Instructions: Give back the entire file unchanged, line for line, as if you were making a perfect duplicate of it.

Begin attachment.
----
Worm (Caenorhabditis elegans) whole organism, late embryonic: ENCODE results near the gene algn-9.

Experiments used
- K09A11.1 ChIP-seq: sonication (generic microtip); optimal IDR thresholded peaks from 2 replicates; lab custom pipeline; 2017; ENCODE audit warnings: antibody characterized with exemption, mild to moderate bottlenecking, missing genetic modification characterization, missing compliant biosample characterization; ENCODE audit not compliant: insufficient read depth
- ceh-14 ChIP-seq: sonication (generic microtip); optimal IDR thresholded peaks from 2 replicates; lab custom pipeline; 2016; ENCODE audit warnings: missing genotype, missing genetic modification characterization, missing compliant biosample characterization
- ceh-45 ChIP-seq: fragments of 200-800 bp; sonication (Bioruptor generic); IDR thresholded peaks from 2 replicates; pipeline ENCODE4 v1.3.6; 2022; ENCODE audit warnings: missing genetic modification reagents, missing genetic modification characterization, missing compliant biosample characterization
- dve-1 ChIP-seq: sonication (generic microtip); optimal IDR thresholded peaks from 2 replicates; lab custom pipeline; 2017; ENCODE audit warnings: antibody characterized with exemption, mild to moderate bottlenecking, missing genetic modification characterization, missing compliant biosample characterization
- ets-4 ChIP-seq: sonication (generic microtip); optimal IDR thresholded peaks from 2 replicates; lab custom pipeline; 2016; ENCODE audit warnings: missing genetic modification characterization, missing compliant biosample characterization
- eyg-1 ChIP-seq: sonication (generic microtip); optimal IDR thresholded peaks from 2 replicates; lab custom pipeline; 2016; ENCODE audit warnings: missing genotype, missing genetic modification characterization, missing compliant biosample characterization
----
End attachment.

Worm (Caenorhabditis elegans) whole organism, late embryonic: ENCODE results near the gene algn-9.

Experiments used
- K09A11.1 ChIP-seq: sonication (generic microtip); optimal IDR thresholded peaks from 2 replicates; lab custom pipeline; 2017; ENCODE audit warnings: antibody characterized with exemption, mild to moderate bottlenecking, missing genetic modification characterization, missing compliant biosample characterization; ENCODE audit not compliant: insufficient read depth
- ceh-14 ChIP-seq: sonication (generic microtip); optimal IDR thresholded peaks from 2 replicates; lab custom pipeline; 2016; ENCODE audit warnings: missing genotype, missing genetic modification characterization, missing compliant biosample characterization
- ceh-45 ChIP-seq: fragments of 200-800 bp; sonication (Bioruptor generic); IDR thresholded peaks from 2 replicates; pipeline ENCODE4 v1.3.6; 2022; ENCODE audit warnings: missing genetic modification reagents, missing genetic modification characterization, missing compliant biosample characterization
- dve-1 ChIP-seq: sonication (generic microtip); optimal IDR thresholded peaks from 2 replicates; lab custom pipeline; 2017; ENCODE audit warnings: antibody characterized with exemption, mild to moderate bottlenecking, missing genetic modification characterization, missing compliant biosample characterization
- ets-4 ChIP-seq: sonication (generic microtip); optimal IDR thresholded peaks from 2 replicates; lab custom pipeline; 2016; ENCODE audit warnings: missing genetic modification characterization, missing compliant biosample characterization
- eyg-1 ChIP-seq: sonication (generic microtip); optimal IDR thresholded peaks from 2 replicates; lab custom pipeline; 2016; ENCODE audit warnings: missing genotype, missing genetic modification characterization, missing compliant biosample characterization